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Forming adjectives.

French ‑aire; Latin ‑aris and ‑arius.

Such adjectives broadly have the senses ‘of the kind of’, ‘belonging to’, ‘connected with’, or ‘pertaining to’. Many taken from Latin have been brought into English under the influence of French, such as voluntary, from Old French volontaire and Latin voluntarius (itself derived from voluntas, will), or military, from French militaire or Latin militaris (from miles, milit‑, a soldier).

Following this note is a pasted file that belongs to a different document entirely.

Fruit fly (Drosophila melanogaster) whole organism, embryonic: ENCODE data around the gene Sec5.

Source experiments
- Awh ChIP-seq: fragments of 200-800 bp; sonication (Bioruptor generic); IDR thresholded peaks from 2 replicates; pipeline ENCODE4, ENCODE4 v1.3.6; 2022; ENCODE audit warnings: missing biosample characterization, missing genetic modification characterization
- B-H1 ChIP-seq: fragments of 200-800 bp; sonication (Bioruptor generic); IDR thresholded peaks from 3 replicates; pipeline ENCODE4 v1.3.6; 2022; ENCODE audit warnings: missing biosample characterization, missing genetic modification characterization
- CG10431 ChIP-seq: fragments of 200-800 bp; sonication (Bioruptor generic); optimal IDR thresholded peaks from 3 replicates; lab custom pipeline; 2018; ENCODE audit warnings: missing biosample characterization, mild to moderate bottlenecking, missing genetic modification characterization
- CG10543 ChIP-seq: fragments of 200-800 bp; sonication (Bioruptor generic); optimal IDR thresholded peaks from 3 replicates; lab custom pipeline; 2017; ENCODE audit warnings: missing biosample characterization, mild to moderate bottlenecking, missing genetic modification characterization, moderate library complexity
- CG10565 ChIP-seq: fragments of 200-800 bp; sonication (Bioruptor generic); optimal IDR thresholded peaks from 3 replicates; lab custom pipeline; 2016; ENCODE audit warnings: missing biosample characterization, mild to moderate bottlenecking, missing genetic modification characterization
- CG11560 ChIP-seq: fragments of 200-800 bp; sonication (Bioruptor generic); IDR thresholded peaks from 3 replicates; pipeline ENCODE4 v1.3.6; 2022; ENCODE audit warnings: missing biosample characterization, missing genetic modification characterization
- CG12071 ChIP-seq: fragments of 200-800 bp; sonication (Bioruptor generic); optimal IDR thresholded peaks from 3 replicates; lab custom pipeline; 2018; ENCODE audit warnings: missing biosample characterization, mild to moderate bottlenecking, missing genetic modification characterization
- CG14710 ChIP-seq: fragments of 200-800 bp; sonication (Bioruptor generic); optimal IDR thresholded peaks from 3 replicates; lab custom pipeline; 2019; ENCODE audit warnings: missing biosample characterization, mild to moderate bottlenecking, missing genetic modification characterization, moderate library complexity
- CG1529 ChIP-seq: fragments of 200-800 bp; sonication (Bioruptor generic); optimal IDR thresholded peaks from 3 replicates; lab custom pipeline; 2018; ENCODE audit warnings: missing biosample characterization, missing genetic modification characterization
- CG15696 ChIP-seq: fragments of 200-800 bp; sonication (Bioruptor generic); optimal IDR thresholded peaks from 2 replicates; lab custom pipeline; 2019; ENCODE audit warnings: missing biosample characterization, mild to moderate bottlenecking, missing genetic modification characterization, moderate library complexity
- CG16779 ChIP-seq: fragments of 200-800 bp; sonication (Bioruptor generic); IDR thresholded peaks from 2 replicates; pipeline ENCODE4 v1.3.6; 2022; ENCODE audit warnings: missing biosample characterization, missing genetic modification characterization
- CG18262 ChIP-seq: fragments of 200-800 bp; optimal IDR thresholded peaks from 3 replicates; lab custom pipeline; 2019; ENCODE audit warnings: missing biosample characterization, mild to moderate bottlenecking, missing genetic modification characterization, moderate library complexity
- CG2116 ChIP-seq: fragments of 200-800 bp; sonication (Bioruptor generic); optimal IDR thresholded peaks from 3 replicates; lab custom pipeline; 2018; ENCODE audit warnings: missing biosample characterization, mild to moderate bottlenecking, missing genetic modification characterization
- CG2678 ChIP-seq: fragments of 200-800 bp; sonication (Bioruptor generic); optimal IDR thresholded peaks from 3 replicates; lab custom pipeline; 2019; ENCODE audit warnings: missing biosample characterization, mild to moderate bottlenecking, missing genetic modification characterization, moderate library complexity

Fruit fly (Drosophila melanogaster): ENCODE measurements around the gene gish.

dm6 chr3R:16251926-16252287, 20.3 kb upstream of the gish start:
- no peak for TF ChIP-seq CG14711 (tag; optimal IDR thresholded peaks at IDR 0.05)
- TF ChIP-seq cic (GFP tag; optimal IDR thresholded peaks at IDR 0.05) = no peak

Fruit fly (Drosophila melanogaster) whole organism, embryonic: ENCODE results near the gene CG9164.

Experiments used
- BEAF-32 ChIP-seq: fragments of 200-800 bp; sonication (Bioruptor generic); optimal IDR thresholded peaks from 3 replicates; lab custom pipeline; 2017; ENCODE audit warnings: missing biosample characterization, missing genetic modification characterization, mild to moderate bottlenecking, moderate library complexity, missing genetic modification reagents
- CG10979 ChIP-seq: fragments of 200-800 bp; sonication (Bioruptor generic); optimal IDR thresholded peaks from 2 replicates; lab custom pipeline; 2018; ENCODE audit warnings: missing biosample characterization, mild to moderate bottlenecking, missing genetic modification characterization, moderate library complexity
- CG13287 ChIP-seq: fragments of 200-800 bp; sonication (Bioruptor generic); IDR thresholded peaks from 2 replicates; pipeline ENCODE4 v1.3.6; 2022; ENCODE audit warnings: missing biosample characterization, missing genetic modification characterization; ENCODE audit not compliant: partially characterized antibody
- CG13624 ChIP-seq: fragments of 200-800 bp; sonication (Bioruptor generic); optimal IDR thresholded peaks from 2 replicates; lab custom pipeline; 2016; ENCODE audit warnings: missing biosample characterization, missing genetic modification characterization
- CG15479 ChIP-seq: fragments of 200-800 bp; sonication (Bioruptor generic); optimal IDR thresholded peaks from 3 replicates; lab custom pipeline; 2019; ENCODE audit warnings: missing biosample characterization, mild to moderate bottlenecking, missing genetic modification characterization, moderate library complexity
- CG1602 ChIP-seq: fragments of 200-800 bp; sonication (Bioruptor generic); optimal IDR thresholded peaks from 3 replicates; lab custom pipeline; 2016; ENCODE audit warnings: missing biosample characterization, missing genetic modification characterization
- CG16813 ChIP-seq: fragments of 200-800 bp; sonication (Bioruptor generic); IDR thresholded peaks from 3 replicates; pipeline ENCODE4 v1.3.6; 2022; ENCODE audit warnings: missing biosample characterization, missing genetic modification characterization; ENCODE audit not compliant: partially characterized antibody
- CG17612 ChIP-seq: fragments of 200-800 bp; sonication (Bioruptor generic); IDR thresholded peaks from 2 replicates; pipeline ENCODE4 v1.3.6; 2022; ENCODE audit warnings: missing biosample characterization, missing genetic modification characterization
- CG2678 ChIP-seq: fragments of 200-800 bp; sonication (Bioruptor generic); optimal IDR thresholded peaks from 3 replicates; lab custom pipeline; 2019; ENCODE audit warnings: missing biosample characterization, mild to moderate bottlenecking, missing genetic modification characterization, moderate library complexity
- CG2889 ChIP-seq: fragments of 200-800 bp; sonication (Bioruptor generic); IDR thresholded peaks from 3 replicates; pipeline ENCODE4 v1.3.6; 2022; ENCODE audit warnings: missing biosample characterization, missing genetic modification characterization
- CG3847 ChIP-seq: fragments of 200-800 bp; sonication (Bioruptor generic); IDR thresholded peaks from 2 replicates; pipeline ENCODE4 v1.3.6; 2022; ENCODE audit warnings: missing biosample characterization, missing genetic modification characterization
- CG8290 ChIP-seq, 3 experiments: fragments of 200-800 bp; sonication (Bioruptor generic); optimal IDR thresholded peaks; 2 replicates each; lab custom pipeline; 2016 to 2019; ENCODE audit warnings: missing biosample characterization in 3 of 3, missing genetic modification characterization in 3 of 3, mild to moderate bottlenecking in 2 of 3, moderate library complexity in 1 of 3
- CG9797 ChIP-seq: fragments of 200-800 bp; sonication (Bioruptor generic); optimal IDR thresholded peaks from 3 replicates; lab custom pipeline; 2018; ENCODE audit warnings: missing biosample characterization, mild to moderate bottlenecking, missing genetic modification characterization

Some come from Latin words ending in ‑aris, such as capillary (Latin capillus, hair), and exemplary (Latin exemplum, sample or imitation); further examples of like kind are ancillary, epistolary, maxillary, and salutary.

Others are from Latin words in ‑arius: necessary (Latin necesse, needful); elementary (Latin elementum, principle or rudiment); and arbitrary (Latin arbiter, judge or supreme ruler). Words of similar source include contrary, honorary, mercenary (which can also be a noun), and primary.

The ending is active in English, and a number of adjectives in ‑ary have been formed from English nouns. Examples are: budgetary, complimentary, discretionary, fragmentary, inflationary, parliamentary, revolutionary, sedimentary, supplementary, and visionary.

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